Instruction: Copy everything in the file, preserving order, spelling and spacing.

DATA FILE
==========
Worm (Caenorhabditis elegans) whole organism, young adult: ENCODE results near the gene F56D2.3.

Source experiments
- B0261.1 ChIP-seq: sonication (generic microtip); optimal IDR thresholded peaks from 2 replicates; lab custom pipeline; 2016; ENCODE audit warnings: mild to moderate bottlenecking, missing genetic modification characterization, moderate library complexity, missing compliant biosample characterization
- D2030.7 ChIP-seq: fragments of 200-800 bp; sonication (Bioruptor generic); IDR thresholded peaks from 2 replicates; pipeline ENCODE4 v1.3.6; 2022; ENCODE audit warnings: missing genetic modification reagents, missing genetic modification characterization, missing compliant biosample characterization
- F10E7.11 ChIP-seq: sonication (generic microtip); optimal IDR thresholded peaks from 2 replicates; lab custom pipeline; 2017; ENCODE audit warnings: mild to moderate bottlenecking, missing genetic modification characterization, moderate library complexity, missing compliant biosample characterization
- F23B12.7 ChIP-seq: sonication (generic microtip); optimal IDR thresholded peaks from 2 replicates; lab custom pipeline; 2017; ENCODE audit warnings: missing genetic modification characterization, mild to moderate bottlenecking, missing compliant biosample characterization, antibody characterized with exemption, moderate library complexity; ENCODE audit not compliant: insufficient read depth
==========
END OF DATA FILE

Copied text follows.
Worm (Caenorhabditis elegans) whole organism, young adult: ENCODE results near the gene F56D2.3.

Source experiments
- B0261.1 ChIP-seq: sonication (generic microtip); optimal IDR thresholded peaks from 2 replicates; lab custom pipeline; 2016; ENCODE audit warnings: mild to moderate bottlenecking, missing genetic modification characterization, moderate library complexity, missing compliant biosample characterization
- D2030.7 ChIP-seq: fragments of 200-800 bp; sonication (Bioruptor generic); IDR thresholded peaks from 2 replicates; pipeline ENCODE4 v1.3.6; 2022; ENCODE audit warnings: missing genetic modification reagents, missing genetic modification characterization, missing compliant biosample characterization
- F10E7.11 ChIP-seq: sonication (generic microtip); optimal IDR thresholded peaks from 2 replicates; lab custom pipeline; 2017; ENCODE audit warnings: mild to moderate bottlenecking, missing genetic modification characterization, moderate library complexity, missing compliant biosample characterization
- F23B12.7 ChIP-seq: sonication (generic microtip); optimal IDR thresholded peaks from 2 replicates; lab custom pipeline; 2017; ENCODE audit warnings: missing genetic modification characterization, mild to moderate bottlenecking, missing compliant biosample characterization, antibody characterized with exemption, moderate library complexity; ENCODE audit not compliant: insufficient read depth